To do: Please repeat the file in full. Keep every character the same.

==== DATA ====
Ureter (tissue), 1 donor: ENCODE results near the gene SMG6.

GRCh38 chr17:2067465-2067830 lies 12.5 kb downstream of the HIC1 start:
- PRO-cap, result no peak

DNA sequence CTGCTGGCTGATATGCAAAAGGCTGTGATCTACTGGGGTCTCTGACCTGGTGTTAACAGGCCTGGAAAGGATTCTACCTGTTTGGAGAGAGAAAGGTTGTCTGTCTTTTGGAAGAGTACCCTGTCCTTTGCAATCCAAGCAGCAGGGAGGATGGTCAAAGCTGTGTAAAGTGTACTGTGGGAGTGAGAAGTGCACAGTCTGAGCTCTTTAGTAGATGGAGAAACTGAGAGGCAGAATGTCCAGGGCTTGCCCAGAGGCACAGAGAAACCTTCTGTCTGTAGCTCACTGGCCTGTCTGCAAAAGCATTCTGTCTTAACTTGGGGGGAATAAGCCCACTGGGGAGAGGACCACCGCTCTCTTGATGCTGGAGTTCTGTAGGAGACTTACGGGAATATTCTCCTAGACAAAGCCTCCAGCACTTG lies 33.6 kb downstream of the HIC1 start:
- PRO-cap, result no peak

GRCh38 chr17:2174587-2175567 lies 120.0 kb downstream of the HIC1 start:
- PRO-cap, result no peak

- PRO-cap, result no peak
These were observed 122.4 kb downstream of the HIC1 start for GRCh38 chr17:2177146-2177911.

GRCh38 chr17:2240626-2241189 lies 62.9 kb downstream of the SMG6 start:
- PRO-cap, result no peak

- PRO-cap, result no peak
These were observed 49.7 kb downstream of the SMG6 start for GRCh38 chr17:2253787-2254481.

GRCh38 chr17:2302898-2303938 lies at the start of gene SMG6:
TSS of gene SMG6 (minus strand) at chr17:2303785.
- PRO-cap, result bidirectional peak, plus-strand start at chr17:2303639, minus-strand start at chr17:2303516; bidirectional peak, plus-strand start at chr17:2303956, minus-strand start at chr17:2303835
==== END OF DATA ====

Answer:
Ureter (tissue), 1 donor: ENCODE results near the gene SMG6.

GRCh38 chr17:2067465-2067830 lies 12.5 kb downstream of the HIC1 start:
- PRO-cap, result no peak

DNA sequence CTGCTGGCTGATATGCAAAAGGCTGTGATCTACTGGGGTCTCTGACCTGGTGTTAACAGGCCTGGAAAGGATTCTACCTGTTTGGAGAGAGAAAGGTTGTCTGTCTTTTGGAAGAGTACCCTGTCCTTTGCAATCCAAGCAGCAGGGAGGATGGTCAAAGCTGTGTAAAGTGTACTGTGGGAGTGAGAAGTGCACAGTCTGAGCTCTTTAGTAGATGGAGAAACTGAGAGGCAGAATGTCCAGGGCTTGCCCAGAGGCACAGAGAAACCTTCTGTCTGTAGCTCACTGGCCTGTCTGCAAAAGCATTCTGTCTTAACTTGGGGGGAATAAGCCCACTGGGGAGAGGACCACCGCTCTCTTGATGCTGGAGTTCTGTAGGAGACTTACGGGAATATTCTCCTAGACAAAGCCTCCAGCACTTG lies 33.6 kb downstream of the HIC1 start:
- PRO-cap, result no peak

GRCh38 chr17:2174587-2175567 lies 120.0 kb downstream of the HIC1 start:
- PRO-cap, result no peak

- PRO-cap, result no peak
These were observed 122.4 kb downstream of the HIC1 start for GRCh38 chr17:2177146-2177911.

GRCh38 chr17:2240626-2241189 lies 62.9 kb downstream of the SMG6 start:
- PRO-cap, result no peak

- PRO-cap, result no peak
These were observed 49.7 kb downstream of the SMG6 start for GRCh38 chr17:2253787-2254481.

GRCh38 chr17:2302898-2303938 lies at the start of gene SMG6:
TSS of gene SMG6 (minus strand) at chr17:2303785.
- PRO-cap, result bidirectional peak, plus-strand start at chr17:2303639, minus-strand start at chr17:2303516; bidirectional peak, plus-strand start at chr17:2303956, minus-strand start at chr17:2303835